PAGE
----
1,14,15,0,0,0,1,1,1,12,13,0,0,0,0,1,1,1,14,15,0,0,0,0,0,1,5,5,5,0,0,11,11,11,11,0,0,0,0,0,0,0,12,13,0,0,0,0,
    0,1,0,0,0,1,1,1,1,14,15,0,0,0,11,0,1,1,1,1,1,0,0,0,0,0,5,5,5,1,0,11,11,11,0,0,1,1,0,0,1,1,14,15,0,0,0,0,
    0,0,0,0,0,1,12,13,1,1,1,0,0,1,11,11,0,1,1,0,0,0,1,1,1,1,6,7,6,1,0,11,11,0,1,1,1,0,0,0,1,1,1,1,1,0,0,0,
    0,0,0,0,0,1,14,15,1,1,0,0,1,11,11,11,0,0,0,0,0,2,2,2,2,2,2,2,1,0,0,0,0,1,1,1,0,0,0,0,1,1,1,1,1,1,0,0,
    0,0,0,0,0,0,1,1,0,0,0,0,1,0,11,0,0,1,1,0,1,2,1,0,1,1,1,1,0,0,0,0,1,1,1,0,1,1,0,0,0,1,1,1,1,0,0,0,
    0,0,0,0,0,0,0,0,0,0,0,0,0,0,0,0,0,0,0,0,1,2,0,0,1,0,0,0,0,0,1,1,0,0,0,1,5,5,5,0,0,0,0,0,0,0,0,0,
    0,0,1,0,0,1,1,1,0,0,0,0,1,0,0,0,1,1,0,0,0,2,0,0,1,1,0,12,13,1,1,1,0,0,1,5,5,5,5,1,0,0,0,0,0,0,0,0,
    0,0,12,13,0,1,1,1,1,12,13,1,1,1,1,0,0,5,5,5,0,2,1,12,13,4,4,4,15,0,11,11,0,0,1,5,5,5,6,1,0,0,0,0,1,1,0,0,
    0,1,14,15,1,0,0,1,1,14,15,1,1,0,0,0,0,5,5,5,5,2,1,14,15,4,4,4,1,0,11,11,11,0,0,6,7,6,1,0,0,0,1,1,1,1,0,0,
    0,1,0,0,0,12,13,0,1,1,1,0,0,0,0,0,1,6,5,5,5,2,1,1,0,6,7,6,1,1,1,11,0,0,0,0,2,1,1,1,0,0,1,1,1,1,0,0,
    0,0,1,1,1,14,15,1,1,1,1,0,0,1,1,1,1,1,6,7,6,2,2,2,2,2,2,2,2,2,2,2,2,2,2,2,2,2,2,2,1,0,1,1,1,1,1,1,
    0,0,0,1,1,1,1,1,1,0,0,1,1,2,2,2,2,2,2,2,2,2,1,1,1,11,0,1,1,1,0,0,1,1,1,0,0,1,1,1,0,0,0,1,1,1,1,0,
    0,0,0,1,1,1,1,0,0,0,0,0,0,0,1,1,1,1,1,1,1,2,1,11,11,11,11,0,0,0,0,1,0,0,0,0,0,0,0,0,0,0,0,0,1,1,0,0,
    0,0,0,0,1,1,0,0,0,0,0,0,0,0,0,0,1,1,1,0,0,2,1,0,11,11,1,1,1,1,1,1,0,1,12,13,0,0,0,0,0,0,0,0,0,0,0,0,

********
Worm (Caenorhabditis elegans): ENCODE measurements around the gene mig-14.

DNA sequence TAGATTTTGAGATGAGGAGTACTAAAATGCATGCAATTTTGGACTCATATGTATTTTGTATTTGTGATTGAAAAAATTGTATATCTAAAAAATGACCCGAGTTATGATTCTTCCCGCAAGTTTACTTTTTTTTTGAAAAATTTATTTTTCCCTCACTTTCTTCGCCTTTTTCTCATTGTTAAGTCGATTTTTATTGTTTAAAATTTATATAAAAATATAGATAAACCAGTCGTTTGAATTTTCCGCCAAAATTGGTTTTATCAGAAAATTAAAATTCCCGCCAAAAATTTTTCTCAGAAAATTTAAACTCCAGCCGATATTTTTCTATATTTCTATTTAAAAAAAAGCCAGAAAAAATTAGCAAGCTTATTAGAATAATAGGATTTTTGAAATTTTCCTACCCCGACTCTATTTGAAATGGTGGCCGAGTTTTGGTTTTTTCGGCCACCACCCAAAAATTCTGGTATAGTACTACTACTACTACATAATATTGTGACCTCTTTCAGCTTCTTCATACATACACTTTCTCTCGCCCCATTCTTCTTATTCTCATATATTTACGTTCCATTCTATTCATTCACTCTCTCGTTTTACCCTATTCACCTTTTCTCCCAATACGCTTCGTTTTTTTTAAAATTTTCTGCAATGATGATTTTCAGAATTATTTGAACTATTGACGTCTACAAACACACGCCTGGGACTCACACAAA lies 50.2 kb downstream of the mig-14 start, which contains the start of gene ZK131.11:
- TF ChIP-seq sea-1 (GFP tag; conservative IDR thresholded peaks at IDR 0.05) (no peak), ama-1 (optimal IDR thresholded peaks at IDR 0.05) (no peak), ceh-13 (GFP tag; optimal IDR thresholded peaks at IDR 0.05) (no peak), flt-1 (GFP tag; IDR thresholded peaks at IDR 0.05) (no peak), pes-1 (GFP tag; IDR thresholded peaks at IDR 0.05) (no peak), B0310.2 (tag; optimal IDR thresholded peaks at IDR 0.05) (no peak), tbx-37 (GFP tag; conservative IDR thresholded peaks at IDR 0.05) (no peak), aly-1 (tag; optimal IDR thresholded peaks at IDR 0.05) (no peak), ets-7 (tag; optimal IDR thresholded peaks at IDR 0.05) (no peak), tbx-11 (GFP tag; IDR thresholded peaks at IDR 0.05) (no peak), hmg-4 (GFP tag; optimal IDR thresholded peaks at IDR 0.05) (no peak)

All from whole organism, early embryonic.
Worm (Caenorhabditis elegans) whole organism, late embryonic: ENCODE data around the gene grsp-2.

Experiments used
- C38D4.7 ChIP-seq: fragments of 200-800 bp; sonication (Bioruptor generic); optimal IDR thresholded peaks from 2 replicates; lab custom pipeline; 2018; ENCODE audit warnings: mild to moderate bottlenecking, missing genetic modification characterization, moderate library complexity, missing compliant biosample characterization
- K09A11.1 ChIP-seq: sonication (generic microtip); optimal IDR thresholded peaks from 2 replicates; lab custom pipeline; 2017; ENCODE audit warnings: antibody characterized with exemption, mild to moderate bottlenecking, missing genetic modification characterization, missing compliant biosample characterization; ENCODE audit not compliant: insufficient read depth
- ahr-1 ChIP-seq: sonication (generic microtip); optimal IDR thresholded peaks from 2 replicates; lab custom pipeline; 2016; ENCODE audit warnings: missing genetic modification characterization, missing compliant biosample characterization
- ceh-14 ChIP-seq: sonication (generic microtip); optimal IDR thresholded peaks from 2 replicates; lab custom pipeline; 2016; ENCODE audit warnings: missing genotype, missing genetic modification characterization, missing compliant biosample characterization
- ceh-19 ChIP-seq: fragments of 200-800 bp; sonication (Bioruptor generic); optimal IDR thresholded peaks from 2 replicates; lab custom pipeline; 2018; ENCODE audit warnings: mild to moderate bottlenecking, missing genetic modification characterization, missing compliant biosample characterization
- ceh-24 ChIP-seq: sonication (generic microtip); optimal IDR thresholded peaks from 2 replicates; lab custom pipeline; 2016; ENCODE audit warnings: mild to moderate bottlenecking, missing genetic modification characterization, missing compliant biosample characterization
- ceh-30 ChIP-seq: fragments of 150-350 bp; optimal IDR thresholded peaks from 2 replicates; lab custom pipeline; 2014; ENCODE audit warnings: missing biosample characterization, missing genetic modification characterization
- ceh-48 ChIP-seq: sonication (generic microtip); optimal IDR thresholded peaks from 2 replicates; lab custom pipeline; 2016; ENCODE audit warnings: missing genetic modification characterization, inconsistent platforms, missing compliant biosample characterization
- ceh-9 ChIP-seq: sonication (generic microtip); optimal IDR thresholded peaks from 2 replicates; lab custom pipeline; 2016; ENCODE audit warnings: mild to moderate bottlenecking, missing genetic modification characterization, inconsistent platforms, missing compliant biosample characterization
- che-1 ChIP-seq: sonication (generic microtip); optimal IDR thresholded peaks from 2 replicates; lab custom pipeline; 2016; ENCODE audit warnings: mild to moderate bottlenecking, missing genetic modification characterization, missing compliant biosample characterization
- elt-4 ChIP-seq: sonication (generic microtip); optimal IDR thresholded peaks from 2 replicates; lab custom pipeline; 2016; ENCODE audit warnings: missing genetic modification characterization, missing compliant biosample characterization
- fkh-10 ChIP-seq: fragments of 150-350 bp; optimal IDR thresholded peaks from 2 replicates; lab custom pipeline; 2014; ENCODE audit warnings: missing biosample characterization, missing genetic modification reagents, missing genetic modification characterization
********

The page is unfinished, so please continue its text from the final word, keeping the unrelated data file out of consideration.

0,0,0,0,1,1,0,0,0,0,1,0,0,1,0,0,0,0,0,0,0,2,1,0,0,0,0,1,1,1,1,0,0,0,14,15,1,1,1,0,0,0,0,0,0,0,0,0,
    0,1,1,0,1,0,0,12,13,1,1,1,0,0,0,12,13,0,0,0,1,2,1,4,4,4,0,0,0,0,0,0,0,0,1,1,1,0,12,13,1,0,0,0,0,0,0,0,
    0,12,13,1,1,0,0,14,15,1,1,1,1,0,1,14,15,0,0,0,1,2,1,4,4,4,0,5,5,5,1,0,0,1,0,0,0,1,14,15,1,0,0,0,1,0,0,0,
    0,14,15,1,1,0,1,1,1,1,12,13,1,0,1,1,1,0,0,0,1,2,0,4,4,4,1,5,5,5,1,0,1,1,1,1,0,0,1,1,1,1,0,0,1,1,1,1,
    1,0,1,1,1,0,0,0,1,1,14,15,0,1,1,1,1,12,13,0,1,2,0,6,7,6,1,5,5,5,1,0,0,1,1,0,0,0,1,1,1,0,0,0,1,1,1,1,
    0,1,0,0,12,13,0,0,1,1,1,1,0,1,1,1,1,14,15,0,1,2,0,0,2,1,1,6,7,6,1,0,0,1,0,0,1,1,1,0,1,1,0,1,1,1,0,1,
    0,0,0,0,14,15,1,1,1,0,0,0,0,0,1,1,1,1,0,0,0,2,2,2,2,2,2,2,2,2,2,1,0,1,0,0,1,0,1,1,1,0,0,1,1,1,1,1,
    0,0,0,0,1,1,1,0,0,0,0,0,0,0,0,0,0,0,0,0,0,2,1,1,1,1,1,0,0,1,1,0,0,0,0,1,1,1,1,1,1,0,0,1,1,1,1,1,
    0,0,0,0,0,0,0,0,0,0,1,1,0,0,0,0,0,0,0,0,1,2,1,0,0,0,0,0,0,0,0,0,1,1,0,1,1,1,1,1,0,0,0,1,1,1,1,1,
    0,0,0,12,13,0,0,0,1,1,12,13,1,0,0,0,0,0,0,0,1,2,0,0,0,0,0,0,12,13,0,0,1,1,0,0,0,0,0,0,0,0,0,0,1,0,1,0,
    0,0,1,14,15,0,0,12,13,1,14,15,0,0,0,0,0,12,13,0,0,1,0,0,1,1,1,1,14,15,1,0,0,1,0,0,0,0,0,0,1,0,0,1,1,1,0,0,
    0,0,0,1,1,1,1,14,15,1,1,0,0,1,1,1,1,14,15,0,0,0,0,0,1,12,13,1,1,1,1,0,0,1,1,0,0,1,1,1,1,0,1,1,0,0,0,0,
    0,0,1,0,0,1,1,1,0,0,0,0,0,12,13,1,1,1,0,0,0,0,0,0,1,14,15,1,1,1,1,0,1,1,0,0,1,1,1,1,0,0,0,0,0,0,0,0,